We Believe #10: The Safety and Well-Being of the Group Comes Before Any Individual


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At Jaywalker Lodge, we help men suffering from alcoholism and addiction — especially those who have found recovery difficult in the past. That’s where we got our name, after all: the parable of the Jaywalker found on page 37 of the book Alcoholics Anonymous. This same book also gives us the 12-Step program, the foundation of recovery treatment at Jaywalker Lodge. We root ourselves firmly in the 12-Steps because they are proven to be successful at helping alcoholics and addicts find lasting, meaningful recovery. We know because we are Jaywalkers, and the 12-Steps are still working for us today.

In addition to the 12-Step program of recovery, Jaywalker Lodge is guided by a strong system of beliefs about recovery and treatment. We do things a little differently here, and that’s because we let our heart and core values drive and inform everything we do. We have summarized our convictions into 12 “We Believe” statements. These beliefs are the best way to know what Jaywalker Lodge is all about and why we do what we do. Hopefully, you will come to visit us, so we can get to know you, too.

We Need the Group

This month, we’re going to talk about what We Believe #10: We place the safety and well-being of our peer group above the wants and needs of any individual within it. We value and protect the safety and well-being of every individual at Jaywalker Lodge, but we do so with an understanding that we must protect the group above any single person. Otherwise, there would be no group at all. We’d just be wandering alone. If there is one undeniable fact about recovery, it’s that we can’t recover alone.

The 12-Step program doesn’t leave us with a lot of room for being a lone wolf. It’s almost entirely a wolf-pack scenario. It’s up to us to do the work, go to meetings, be of service, and practice the principles in all our affairs. But we do the 12-Step work with a sponsor and then with our sponsees. We go to meetings with other alcoholics and addicts, and we share with them. As far as service goes, by definition, we need other people for that one. When we practice the principles in all our affairs, a lot of those affairs will have other people right at the center of them.

There is no recovery without other people. If there were no alcoholics and addicts in recovery before we got there, we’d have nobody to show us what to do, nobody to talk to, and nobody to help us out. It was two alcoholics who devised the 12-Step program with a lot of divine inspiration, and we all rely on it to this day. People are the lifeblood of recovery. As long as we stay focused on the 12-Steps and 12-Traditions, we not only have our individual recovery but a functioning recovery fellowship to participate in.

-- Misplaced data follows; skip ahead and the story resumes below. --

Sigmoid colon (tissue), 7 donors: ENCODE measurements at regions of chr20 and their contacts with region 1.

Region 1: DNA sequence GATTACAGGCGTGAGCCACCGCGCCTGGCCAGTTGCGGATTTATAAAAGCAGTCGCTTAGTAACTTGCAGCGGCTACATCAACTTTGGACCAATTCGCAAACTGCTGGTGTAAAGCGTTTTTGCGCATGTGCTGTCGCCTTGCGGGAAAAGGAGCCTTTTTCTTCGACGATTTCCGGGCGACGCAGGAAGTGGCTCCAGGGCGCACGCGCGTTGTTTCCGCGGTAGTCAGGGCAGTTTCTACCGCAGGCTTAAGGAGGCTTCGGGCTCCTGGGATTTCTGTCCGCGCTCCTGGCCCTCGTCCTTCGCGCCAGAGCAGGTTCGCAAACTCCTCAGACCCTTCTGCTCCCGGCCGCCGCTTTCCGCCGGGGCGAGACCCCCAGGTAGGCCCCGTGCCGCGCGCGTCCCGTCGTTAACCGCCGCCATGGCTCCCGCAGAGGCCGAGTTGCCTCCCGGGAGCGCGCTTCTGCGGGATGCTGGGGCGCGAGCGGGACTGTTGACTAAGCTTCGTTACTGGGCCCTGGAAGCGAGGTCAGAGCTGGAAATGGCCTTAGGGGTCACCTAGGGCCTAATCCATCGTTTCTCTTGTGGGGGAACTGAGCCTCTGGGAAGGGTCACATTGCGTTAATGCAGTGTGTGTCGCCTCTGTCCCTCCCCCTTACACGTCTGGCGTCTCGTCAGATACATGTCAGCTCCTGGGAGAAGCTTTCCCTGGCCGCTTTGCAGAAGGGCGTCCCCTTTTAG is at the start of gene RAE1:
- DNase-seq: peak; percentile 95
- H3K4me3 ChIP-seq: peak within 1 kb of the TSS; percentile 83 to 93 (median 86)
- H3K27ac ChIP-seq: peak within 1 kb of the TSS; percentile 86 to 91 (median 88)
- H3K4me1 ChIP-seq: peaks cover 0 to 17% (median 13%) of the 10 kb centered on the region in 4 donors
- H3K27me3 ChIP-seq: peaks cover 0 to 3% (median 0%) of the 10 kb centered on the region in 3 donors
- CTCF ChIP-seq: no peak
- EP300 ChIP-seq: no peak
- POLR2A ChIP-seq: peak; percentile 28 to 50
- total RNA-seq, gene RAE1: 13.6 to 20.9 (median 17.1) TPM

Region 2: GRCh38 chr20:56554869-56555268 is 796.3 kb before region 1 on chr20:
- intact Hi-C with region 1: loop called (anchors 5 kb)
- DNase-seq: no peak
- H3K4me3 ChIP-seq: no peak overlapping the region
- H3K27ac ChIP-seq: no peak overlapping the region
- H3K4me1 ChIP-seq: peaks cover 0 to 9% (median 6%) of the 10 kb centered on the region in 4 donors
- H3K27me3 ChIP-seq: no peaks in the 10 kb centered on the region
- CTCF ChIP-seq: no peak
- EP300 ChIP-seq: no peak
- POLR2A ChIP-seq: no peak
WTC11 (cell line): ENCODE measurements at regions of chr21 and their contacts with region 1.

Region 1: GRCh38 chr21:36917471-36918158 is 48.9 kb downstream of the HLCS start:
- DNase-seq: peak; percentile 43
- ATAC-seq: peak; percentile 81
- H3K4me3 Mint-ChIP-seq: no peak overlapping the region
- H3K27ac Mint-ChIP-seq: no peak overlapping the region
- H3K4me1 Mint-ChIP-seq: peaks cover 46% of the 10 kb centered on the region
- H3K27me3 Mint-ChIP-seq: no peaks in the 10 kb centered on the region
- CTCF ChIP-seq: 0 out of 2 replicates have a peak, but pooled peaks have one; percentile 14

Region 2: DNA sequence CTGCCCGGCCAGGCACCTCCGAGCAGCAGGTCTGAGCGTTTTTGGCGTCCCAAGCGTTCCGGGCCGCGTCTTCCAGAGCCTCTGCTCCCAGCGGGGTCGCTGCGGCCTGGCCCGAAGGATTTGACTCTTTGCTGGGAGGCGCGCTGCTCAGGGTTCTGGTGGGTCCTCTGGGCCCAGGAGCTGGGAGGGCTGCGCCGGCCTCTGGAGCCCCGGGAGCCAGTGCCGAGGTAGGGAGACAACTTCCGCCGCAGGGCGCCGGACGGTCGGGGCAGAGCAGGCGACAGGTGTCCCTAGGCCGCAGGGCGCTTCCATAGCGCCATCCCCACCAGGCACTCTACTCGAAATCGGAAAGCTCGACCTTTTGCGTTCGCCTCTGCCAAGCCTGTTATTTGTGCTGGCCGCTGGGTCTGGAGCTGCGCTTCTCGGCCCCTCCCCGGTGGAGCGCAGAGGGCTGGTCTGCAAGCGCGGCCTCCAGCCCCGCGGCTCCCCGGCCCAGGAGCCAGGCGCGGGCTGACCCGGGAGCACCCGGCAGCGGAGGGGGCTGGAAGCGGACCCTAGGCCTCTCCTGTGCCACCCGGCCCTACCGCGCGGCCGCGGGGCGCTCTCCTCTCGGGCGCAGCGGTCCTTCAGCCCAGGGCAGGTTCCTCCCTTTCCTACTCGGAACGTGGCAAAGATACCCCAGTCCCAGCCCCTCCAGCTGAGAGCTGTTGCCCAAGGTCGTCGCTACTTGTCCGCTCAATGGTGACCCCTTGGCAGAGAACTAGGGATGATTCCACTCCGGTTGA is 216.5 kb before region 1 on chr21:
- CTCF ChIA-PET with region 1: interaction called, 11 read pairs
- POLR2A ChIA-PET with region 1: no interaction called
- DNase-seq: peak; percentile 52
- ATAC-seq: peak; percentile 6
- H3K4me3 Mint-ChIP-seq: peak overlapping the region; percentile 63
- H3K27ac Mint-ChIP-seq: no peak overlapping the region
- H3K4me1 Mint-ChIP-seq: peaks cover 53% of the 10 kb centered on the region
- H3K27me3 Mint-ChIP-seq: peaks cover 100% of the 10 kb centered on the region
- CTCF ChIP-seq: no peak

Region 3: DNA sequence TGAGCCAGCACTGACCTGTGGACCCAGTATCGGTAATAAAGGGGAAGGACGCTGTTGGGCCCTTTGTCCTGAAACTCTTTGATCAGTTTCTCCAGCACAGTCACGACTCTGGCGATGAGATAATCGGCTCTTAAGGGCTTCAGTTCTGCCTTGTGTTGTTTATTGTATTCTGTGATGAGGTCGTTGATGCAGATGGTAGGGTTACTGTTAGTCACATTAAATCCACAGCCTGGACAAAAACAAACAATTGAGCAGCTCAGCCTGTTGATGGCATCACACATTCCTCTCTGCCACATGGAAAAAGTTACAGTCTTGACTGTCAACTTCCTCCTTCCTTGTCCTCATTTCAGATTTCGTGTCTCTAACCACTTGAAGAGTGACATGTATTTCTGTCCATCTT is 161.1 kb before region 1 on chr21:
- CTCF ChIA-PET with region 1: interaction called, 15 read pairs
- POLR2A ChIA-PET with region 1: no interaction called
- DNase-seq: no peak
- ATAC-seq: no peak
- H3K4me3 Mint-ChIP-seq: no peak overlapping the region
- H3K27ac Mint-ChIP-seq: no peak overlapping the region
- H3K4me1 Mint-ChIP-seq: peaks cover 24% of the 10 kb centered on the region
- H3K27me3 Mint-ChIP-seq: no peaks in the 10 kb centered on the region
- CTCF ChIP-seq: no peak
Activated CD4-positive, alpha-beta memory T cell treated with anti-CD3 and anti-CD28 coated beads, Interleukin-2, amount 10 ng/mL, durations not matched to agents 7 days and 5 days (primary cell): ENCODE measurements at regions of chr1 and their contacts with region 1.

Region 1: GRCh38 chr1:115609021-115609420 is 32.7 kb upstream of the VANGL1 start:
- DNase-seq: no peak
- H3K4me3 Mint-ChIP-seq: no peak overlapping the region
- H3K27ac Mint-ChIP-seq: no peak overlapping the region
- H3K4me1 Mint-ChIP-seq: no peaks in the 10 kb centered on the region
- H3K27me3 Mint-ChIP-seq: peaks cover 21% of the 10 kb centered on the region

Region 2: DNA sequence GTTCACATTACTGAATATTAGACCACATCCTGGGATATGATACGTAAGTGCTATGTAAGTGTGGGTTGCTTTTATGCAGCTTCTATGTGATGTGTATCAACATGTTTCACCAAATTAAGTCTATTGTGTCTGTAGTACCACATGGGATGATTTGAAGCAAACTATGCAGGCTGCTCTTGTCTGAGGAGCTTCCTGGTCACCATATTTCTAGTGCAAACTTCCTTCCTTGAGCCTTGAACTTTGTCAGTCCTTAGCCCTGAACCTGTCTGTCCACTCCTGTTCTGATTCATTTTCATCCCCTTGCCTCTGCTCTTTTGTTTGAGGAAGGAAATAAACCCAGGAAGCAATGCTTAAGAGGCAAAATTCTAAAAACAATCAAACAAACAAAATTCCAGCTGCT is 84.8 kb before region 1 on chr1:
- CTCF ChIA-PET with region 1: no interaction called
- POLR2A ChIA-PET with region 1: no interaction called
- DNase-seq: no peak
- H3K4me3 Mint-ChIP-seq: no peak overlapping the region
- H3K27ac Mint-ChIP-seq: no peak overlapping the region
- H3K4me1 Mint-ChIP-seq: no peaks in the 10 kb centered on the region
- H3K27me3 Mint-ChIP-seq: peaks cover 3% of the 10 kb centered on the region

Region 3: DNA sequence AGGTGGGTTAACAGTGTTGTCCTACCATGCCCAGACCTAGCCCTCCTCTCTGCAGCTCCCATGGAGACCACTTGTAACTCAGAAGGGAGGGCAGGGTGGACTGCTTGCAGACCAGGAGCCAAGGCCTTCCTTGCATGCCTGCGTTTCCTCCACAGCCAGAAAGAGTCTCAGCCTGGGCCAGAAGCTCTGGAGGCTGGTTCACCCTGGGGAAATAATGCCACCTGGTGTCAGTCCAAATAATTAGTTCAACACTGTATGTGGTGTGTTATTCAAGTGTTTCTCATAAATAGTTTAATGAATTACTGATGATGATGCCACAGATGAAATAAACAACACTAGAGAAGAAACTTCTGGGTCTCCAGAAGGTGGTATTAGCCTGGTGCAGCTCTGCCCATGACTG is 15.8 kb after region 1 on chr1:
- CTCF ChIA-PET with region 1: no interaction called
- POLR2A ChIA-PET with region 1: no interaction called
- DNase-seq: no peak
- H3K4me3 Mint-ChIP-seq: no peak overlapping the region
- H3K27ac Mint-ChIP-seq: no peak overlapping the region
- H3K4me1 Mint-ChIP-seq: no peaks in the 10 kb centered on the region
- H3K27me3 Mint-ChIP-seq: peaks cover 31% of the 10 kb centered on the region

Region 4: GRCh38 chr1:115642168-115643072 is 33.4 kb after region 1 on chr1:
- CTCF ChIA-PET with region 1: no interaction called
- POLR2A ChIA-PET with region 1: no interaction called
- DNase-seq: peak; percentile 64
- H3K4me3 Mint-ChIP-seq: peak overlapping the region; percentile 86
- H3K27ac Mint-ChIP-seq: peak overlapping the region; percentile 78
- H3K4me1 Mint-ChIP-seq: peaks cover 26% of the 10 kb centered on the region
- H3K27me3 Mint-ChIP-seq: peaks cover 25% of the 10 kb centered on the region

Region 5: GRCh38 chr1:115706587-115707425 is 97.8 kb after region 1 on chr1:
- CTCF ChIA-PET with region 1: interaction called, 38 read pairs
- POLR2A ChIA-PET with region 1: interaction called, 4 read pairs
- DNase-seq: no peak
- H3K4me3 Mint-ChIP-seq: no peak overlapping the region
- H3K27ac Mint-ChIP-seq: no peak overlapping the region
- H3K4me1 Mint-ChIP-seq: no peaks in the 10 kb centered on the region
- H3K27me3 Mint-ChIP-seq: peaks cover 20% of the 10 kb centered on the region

This is the real spirit of We Believe #10 — without a healthy, functioning group, all of us are at risk. Think of it like this: if we’re all on a big ship in the middle of the ocean, what’s more important, one crew member or the whole ship? Without the ship, we’d all be struggling to stay afloat on open water. But it takes every member of the crew doing their job to keep the ship sailing. If one of our own starts trying to set the ship on fire, we have to consider the safety and well-being of everyone on board, as well as the ship itself.

Protecting the Fellowship

Looking at the 12-Traditions, we find that they function for the same purpose: to ensure that the health and continued function of the recovery fellowship is paramount over any one individual, to keep us all safe, and to give us tried-and-true guidelines we can follow to do our part in keeping the recovery community alive, so it can keep saving alcoholics and addicts. The 12-Traditions aren’t exactly rules or steps that we must follow “or else.” Instead, they are a list of things that if we don’t do, we run the risk of damaging the entire recovery community. If the fellowship goes down, then we’re all sunk.

We need each other, and we need the group. Considerations must be made, and guidelines must be set and followed. If any one of us becomes more important than the group, or if any one of us risks the safety and well-being of the group (or any individual within it), we risk sinking the whole ship, and that just can’t happen. We need one another, and our purpose is to lift each other up. To keep doing that, we need to keep the health and safety of the group over the individual always in mind.

Alcoholics and addicts often wind up as lonely and isolated people, a complete opposite of the state they find themselves upon entering recovery. Quickly, a man new to the fellowship of recovery will discover that he cannot get well all on his own. He will have to admit to himself that he needs other people, that he enjoys the fellowship of others, and that, most importantly, he needs their help. We work the 12-Steps with our sponsor, we attend meetings with other alcoholics and addicts, and we are asked to be of service to others. Each of these things entirely depends upon having other people with us. Recovery is the beginning of freedom, but it is also the end of loneliness and isolation. If you find your life stalled by alcoholism or addiction, Jaywalker Lodge is here for you, and we are ready to help. Call us now at (866) 529-9255.

author avatar
Stefan Bate, MA, LAC, CCTP Chief Clinical Officer
Stefan Bate, BA, MA, LAC holds a Master's Degree in Applied Psychology from Regis University and is a Licensed Addiction Counselor in the state of Colorado. Stefan has wide-ranging experience in the field of addiction recovery including: working as a recovery coach, therapist, and program director.

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